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Prospects Weekly: Capital flows to developing countries bounced back in September

Global Macroeconomics Team's picture
Capital flows to developing countries rose strongly in September, partially reversing a decline between June and August. Importantly, the rebound was visible in the data even before the announced postponement of U.S quantitative easing.  Retail sales growth accelerated in both high-income and developing countries,  together with improving economic activity and weaker non-oil commodity prices. But consumer confidence in the United States faltered as interest rates rose and fiscal uncertainties loomed. Global inflation accelerated in August with an increase in crude oil prices and the effects of earlier depreciations in many developing economies. This pickup in inflation and the associated currency pressures prompted monetary policy tightening in several developing countries. 
Capital flows to developing countries bounced back in September. Concern since May over the anticipated tapering of the U.S Federal Reserve’s monetary stimulus raised borrowing costs and weakened capital flows to developing countries. But flows began rebounding in late August, such that inflows for September – at $60.3 billion – almost doubled the monthly average of $33 billion during June-August. The rally was led by a surge in bond issuance (to $43 billion), as emerging market borrowers took advantage of still favorable market conditions, and continued after the Fed unexpectedly announced on September 18 that it would delay tapering plans. By contrast, equity flows are still about half of the level reached in the first five months of the year. Bank flows faltered in September, but have averaged about $18 billion/month this year, approaching levels seen prior to the 2008 crisis.
Retail sales have risen strongly in high income and developing countries, but consumer confidence faltered in the United States. Strengthening economic activity and weaker non-oil commodity prices have been reflected in improved demand for consumer goods. High income retail sales accelerated to an annualized 3.7 percent growth in the three months ending in July, from 2.7 percent the previous quarter. A rise in consumer confidence in the Euro Area since then suggests further gains ahead. But consumer confidence in the United States fell after mortgage interest rates rose, and as fiscal uncertainties loomed. Confidence and sales in Japan also dipped as growth rates slowed. Retail sales growth in developing countries rose to an annualized 12 percent pace in the three months ending in July (close to the long-term average), as domestic demand strengthened into the third quarter. Further improvement in activity is likely to support sales in Q4.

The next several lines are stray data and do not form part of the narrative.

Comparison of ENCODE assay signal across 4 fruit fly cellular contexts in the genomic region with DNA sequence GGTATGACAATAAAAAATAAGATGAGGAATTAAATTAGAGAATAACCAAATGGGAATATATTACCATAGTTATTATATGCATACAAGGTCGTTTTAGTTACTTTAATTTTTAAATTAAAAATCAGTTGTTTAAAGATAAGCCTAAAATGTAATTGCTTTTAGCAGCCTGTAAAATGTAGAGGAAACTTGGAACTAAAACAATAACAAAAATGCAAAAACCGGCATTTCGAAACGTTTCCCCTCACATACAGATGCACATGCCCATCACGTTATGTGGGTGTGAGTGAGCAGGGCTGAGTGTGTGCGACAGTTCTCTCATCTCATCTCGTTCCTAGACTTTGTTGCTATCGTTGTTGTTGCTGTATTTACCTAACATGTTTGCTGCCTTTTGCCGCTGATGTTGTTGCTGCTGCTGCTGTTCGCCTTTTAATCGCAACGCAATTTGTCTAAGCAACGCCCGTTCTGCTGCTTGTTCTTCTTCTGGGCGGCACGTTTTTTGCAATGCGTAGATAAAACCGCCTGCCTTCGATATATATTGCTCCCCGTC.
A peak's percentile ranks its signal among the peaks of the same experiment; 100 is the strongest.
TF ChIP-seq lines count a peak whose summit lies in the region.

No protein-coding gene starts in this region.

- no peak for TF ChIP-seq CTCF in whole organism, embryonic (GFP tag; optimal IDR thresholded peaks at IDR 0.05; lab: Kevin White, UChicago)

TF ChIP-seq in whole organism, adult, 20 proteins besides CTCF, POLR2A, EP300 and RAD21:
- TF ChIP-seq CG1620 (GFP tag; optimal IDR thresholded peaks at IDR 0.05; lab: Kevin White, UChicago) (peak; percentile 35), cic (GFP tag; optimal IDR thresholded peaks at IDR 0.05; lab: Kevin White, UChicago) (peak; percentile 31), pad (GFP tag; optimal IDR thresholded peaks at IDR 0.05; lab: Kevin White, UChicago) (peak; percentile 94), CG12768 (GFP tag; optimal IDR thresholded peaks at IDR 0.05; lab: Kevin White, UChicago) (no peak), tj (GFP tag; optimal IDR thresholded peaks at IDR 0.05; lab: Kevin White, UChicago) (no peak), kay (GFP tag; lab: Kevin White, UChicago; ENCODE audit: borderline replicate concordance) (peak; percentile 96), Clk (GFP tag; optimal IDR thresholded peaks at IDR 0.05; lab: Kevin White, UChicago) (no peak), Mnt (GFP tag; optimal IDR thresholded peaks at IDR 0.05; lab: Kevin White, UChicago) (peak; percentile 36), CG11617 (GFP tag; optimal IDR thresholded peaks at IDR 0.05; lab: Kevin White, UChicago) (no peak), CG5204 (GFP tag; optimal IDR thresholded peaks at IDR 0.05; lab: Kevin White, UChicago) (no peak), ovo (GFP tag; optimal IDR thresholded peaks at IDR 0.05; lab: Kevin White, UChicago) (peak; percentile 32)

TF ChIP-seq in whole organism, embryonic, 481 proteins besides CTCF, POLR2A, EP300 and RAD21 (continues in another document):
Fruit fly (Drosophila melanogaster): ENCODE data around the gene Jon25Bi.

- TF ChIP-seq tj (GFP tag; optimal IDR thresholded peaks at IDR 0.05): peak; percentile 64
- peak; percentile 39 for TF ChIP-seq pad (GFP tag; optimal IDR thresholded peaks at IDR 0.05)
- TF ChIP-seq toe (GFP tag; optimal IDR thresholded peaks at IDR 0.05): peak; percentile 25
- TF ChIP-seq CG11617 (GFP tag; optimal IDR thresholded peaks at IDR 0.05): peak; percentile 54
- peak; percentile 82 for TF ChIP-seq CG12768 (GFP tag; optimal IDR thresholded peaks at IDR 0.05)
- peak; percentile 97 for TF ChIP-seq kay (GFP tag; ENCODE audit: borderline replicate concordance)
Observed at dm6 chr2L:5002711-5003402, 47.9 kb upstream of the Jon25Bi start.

Global inflation has picked up, prompting policy tightening in several developing countries. Despite ample spare capacity, high-income country inflation accelerated to an annualized 2.5 percent rate in the three months ending in August from 1.6 percent in July. Increases in crude oil prices (due to Syria-related tensions) caused inflation to accelerate, particularly in Japan and the U.S. Core inflation was broadly flat in the Euro Area, but decelerated in Japan as growth slowed (although inflation picked up on a year-on-year basis to its highest in five years). Developing-country inflation ticked up to an annualized 6.7 percent in August (6.2% in July), as earlier depreciations in several countries, particularly India, Indonesia and Turkey, and crude oil price increases fed through into overall inflation. This pickup in inflation, and associated currency pressures, prompted monetary policy tightening in Brazil, India, Indonesia and Turkey—partly reversing earlier easing.

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